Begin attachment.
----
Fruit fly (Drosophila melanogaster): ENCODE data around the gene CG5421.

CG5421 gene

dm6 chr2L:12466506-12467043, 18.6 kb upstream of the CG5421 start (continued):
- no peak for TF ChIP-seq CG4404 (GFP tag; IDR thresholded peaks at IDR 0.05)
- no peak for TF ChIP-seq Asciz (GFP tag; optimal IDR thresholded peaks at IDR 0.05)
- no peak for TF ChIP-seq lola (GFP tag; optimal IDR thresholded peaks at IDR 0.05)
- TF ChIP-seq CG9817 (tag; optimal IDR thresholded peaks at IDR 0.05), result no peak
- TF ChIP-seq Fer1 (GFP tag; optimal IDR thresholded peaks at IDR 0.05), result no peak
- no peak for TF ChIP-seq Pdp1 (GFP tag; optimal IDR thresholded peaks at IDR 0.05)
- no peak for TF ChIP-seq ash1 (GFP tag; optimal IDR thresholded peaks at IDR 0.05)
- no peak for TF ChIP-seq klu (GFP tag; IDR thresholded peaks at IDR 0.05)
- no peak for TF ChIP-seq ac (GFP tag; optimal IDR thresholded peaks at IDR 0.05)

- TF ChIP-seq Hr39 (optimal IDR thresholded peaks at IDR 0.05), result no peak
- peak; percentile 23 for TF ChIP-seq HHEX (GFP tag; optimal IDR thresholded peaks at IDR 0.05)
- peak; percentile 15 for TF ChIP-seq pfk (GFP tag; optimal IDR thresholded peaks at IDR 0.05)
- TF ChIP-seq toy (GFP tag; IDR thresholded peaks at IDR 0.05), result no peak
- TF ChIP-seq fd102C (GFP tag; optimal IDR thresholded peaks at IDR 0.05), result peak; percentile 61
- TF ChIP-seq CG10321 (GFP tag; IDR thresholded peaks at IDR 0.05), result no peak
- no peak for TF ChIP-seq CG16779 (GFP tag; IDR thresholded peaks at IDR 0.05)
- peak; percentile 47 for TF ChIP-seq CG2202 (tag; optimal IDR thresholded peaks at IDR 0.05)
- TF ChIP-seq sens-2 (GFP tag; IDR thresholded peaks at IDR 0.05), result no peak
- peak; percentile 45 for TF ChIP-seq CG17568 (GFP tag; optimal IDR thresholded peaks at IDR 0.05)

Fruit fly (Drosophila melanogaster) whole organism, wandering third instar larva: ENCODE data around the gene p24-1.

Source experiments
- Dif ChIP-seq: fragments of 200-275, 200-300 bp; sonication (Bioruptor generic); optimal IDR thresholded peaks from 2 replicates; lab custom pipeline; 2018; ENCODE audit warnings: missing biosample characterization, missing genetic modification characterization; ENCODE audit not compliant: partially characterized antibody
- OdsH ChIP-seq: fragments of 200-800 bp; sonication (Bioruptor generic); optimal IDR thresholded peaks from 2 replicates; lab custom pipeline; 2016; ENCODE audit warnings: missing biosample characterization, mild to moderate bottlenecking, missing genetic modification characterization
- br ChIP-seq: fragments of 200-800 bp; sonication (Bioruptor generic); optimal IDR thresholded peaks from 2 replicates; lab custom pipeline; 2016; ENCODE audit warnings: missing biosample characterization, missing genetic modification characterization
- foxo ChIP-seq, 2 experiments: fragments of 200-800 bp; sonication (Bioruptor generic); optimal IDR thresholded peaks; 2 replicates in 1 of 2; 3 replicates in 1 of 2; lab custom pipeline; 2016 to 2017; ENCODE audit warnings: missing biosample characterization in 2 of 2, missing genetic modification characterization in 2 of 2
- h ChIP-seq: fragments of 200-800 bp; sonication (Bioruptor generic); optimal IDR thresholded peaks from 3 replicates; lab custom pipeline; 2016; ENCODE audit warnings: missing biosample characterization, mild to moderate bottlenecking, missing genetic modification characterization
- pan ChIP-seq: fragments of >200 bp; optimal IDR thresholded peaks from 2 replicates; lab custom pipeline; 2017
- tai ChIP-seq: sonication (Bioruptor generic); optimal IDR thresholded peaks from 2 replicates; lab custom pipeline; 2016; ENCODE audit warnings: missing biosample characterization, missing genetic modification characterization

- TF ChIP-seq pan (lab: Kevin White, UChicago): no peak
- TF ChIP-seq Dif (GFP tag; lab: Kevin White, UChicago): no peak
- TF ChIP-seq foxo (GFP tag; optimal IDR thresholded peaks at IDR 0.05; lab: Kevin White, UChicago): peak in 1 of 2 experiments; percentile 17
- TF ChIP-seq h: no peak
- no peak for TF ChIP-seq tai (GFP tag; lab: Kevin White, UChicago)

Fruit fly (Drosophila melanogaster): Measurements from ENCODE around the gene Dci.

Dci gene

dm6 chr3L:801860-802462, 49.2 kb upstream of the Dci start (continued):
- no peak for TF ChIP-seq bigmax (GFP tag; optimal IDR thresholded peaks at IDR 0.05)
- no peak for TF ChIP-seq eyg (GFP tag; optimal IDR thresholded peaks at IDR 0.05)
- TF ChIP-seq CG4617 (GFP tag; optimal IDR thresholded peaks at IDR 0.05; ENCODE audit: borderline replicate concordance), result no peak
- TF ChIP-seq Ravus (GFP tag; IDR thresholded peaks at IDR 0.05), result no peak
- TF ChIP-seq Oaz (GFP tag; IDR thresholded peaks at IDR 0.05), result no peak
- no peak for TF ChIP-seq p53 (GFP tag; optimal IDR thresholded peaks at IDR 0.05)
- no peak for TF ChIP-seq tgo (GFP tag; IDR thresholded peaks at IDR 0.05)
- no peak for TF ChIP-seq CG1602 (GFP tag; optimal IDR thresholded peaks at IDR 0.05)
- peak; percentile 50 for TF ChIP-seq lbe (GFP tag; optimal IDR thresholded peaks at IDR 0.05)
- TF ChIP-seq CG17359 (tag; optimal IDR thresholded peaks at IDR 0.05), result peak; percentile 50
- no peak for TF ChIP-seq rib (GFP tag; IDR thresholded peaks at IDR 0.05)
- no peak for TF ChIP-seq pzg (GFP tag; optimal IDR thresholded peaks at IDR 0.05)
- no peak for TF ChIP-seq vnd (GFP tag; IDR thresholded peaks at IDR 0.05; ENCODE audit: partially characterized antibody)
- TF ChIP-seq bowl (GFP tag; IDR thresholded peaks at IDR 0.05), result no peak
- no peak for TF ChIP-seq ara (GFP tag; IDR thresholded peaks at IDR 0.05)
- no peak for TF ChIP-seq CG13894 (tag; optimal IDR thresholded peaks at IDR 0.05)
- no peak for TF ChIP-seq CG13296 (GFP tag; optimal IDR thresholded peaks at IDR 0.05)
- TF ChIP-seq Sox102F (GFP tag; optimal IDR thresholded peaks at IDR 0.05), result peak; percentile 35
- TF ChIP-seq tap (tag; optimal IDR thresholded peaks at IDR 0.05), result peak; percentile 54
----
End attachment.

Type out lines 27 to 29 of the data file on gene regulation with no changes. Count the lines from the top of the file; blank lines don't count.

- br ChIP-seq: fragments of 200-800 bp; sonication (Bioruptor generic); optimal IDR thresholded peaks from 2 replicates; lab custom pipeline; 2016; ENCODE audit warnings: missing biosample characterization, missing genetic modification characterization
- foxo ChIP-seq, 2 experiments: fragments of 200-800 bp; sonication (Bioruptor generic); optimal IDR thresholded peaks; 2 replicates in 1 of 2; 3 replicates in 1 of 2; lab custom pipeline; 2016 to 2017; ENCODE audit warnings: missing biosample characterization in 2 of 2, missing genetic modification characterization in 2 of 2
- h ChIP-seq: fragments of 200-800 bp; sonication (Bioruptor generic); optimal IDR thresholded peaks from 3 replicates; lab custom pipeline; 2016; ENCODE audit warnings: missing biosample characterization, mild to moderate bottlenecking, missing genetic modification characterization